Mersin is a port city on the Mediterranean Sea, located about 225 kilometers (135 miles) southeast of Ankara, the capital of Turkey. (Email Form Report)


On Tuesday, August 30, 2005, at 7:30 p.m., the witness reported, "A large jetliner had just landed at the airport in Santa Rosa, the capital of La Pampa province in Argentina. I am a security worker at the airport. The jet was taxiing towards the terminal when a fellow worker said, 'Look at the lights up there in the sky. How strange!'"

"At first I thought it was a joke. But upon looking, I saw a light four to five times larger than a star or planet towards the northwest. What most attracted my attention was that it was beautiful and it had the characteristic glow of a star and a wake (trail--J.T.) that was white but tended more towards orange at the rear. It took off (southeast) as though headed for Bahia Blanca."

An Argentinian airline pilot also reported, "This one caught my attention because it was my understanding that it was flying very high. The object was flying three times faster than my plane, at least."

Santa Rosa is "a point of reference" in Argentina's air grid, and pilots check in with the tower when they register the beacon at Santa Rosa airport.

According to ufologist Scott Corrales, "The UFO was also seen south of Santa Rosa" in Coronel Eugenio del Busto, Jacinto Aruz and Guatrache, "communities in the southeastern corner of La Pampa province." (Muchas gracias a Scott Corrales y Salvatore Valentin Carta para estas noticias.)


On Saturday, September 3, 2005, at 8 p.m., eyewitnesses Steve and Mary were at their home in Katy, Texas (population 11,775) when they spotted a strange light in the sky.

"We first saw it approaching from the north," they reported, "At first we thought we were sighting the North Star (Polaris--J.T.). It was a cloudy night, and the sky was affected by the fires in the Gulf area (resulting from Hurricane Katrina--J.T.) The object was a dull orange. An orange point of light--much as if Mars was flying close by. Looked about planetary size from our point of view. The orange object moved quite quickly to the west and vanished."

Katy is on Interstate Highway 10 about 25 miles (40 kilometers) west of Houston. (Email Form Report)


On Wednesday, September 7, 2005, at 12:15 a.m., Charles Castle reported, "Dad was outside smoking," at their home in Minnie, Kentucky "and he hollered at me to come look. The object was triangular-shaped and seemed to have red, white and maybe yellowish lights along its V- shape. It was moving slowly and lower than any airplane."

"And the sound it made was nothing like any airplane. It was a very low humming noise. We watched as it went around Slone Mountain" and disappeared. (Email Form Report)


On Tuesday, September 6, 2005, and Friday, September 9, 2005, a UFO with flashing red, white and blue lights was sighted over Exeter, one of New Hampshire's most notorious UFO hotspots.

Eyewitness Dan Cook reported, "On both nights I saw stationary red, white and blue lights oscillating between the cloud layers in Exeter (population 9,759). The object remained fairly stationary, making small minute circles in the same spot on both nights."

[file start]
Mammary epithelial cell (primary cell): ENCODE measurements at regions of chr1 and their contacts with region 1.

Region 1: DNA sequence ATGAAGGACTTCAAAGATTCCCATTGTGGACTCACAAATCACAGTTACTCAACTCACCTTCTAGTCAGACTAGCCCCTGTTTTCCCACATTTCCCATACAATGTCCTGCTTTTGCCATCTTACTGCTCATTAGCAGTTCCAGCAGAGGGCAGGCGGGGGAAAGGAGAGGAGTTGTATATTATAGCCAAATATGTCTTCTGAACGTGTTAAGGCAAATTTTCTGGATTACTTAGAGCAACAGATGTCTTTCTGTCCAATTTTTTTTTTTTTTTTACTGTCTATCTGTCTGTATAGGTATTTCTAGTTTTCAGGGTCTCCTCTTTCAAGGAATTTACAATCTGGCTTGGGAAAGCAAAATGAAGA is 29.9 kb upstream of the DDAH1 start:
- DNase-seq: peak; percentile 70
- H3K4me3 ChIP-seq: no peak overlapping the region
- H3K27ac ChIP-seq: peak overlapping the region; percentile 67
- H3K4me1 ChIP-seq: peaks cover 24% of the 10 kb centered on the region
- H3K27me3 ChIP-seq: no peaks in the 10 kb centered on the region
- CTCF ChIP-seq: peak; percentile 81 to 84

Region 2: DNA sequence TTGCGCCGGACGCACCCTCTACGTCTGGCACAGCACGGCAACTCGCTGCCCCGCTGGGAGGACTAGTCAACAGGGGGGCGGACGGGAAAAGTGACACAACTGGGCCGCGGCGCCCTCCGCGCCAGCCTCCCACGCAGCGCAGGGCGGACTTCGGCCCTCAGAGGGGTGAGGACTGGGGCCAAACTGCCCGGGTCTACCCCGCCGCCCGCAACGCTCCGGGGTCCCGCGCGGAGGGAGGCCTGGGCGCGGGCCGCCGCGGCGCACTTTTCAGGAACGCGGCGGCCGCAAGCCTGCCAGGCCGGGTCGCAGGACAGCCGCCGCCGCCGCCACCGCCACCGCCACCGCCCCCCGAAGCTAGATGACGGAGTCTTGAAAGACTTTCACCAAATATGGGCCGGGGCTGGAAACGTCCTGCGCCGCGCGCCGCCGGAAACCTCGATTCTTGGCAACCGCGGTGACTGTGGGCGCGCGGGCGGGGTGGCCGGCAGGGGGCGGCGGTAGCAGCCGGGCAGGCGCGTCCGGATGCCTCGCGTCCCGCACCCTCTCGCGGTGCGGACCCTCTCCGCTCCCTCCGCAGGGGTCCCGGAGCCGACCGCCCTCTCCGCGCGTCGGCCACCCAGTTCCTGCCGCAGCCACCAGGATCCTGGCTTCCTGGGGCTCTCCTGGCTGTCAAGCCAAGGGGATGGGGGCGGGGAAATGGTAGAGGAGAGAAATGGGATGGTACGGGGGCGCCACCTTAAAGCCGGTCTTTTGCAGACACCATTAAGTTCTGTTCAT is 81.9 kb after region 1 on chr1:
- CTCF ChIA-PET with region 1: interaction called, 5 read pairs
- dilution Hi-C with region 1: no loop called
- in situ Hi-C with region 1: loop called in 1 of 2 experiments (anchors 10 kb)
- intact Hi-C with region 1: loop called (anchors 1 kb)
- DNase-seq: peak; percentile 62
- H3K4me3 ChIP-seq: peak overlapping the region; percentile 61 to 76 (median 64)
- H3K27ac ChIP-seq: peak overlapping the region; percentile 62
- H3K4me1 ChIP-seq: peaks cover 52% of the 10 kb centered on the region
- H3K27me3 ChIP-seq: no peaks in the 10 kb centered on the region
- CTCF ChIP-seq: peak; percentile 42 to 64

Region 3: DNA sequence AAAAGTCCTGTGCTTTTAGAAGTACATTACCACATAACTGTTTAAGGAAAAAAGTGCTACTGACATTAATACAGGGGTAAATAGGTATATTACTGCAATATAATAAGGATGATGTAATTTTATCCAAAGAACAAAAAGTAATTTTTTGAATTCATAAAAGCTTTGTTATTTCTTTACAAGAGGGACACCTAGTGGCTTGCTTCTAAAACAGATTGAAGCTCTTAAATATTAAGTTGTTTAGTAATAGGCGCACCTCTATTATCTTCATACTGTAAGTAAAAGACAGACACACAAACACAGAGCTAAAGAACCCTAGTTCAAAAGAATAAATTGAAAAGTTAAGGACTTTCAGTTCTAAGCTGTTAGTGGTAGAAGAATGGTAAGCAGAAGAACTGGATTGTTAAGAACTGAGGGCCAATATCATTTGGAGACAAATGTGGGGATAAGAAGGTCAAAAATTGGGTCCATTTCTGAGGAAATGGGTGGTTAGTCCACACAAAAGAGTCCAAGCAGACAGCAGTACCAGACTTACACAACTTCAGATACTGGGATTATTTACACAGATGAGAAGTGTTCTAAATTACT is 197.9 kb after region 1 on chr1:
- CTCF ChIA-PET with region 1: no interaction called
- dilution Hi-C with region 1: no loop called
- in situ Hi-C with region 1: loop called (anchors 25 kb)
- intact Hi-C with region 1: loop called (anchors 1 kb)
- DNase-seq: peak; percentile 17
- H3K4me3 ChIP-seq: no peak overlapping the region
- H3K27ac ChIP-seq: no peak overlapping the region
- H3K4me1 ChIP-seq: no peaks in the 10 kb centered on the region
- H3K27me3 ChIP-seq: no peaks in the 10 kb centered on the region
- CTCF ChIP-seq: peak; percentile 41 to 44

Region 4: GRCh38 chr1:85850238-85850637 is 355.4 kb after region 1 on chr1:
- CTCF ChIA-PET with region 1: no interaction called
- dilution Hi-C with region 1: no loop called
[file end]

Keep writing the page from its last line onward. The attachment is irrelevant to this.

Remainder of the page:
"I called a friend who lives 75 miles (120 kilometers) to the north," near Berlin, N.H., "and they were able to describe what we were seeing, as we did not tell them. They saw it in their southern sky. It was a circular object, as high as a commercial plane would fly (30,000 feet or 9,000 meters--J.T.)."

Exeter was the site of a famous UFO flap forty years ago, in September 1965. More recently, UFOs were seen there in August 2005. (Email Form Report)


On Friday, September 2, 2005, at 9 p.m., Katherine D. Bragg reported, "My husband and I were fishing in the Kanawha River near the state Capitol in Charleston, West Virginia (population 53,421). I noticed a bright star near the Big Dipper (Ursa Major--J.T.). I watched it because it was brighter than all the other stars. It then started moving and crossed the sky going southeast."

"My husband thought it was the International Space Station because it was so high. We could see airplanes up there, but this was much different. It disappeared over the mountains."

"About ten minutes later, it came back much lower, and now there were two of them flying side by side. Pale white lights with no navigation lights. Star-like. No blinking lights and no sound, but these two were much lower--below the height (altitude) of planes. They looked like stars but pale."

"We watched them go northwest toward the Big Dipper for about 30 seconds until my husband hooked a large catfish. After we landed the fish, the UFOs were gone. The night was clear and there were many stars visible despite the city lights. They were up very high, well above 35,000 feet (9,150 meters)." (Email Form Report)


On Thursday, September 8, 2005, a new crop circle "was discovered in a field of barley in St. Gregor, Saskatchewan," Canada. This was the fifth crop circle found in Canada during 2005.

The formation "was slightly elliptical with an offset spiral centre, ranging from approximately 14.4 metres (47.4 feet) to 15.4 metres (50.5 feet). Counterclockwise lay. Some crossed layering in the eastern portion of the circle. Estimated to be two to three weeks old when first found, and the field has already been harvested."

(Many thanks to Paul Anderson of Canadian Crop Circles Research Network for this news item.)


Still reeling from Hurricane Katrina and the flooding caused by the destruction of three levees, New Orleans became a combat zone last week as President George W. Bush used regular Army and National Guard troops as a private police force to restore order in the city.

A hint of what was to come began Thursday, September 1, 2005, when Louisiana Governor Kathleen Blanco announced that "300 National Guard troops landed in anarchic New Orleans with authorization to shoot to kill 'hoodlums.'"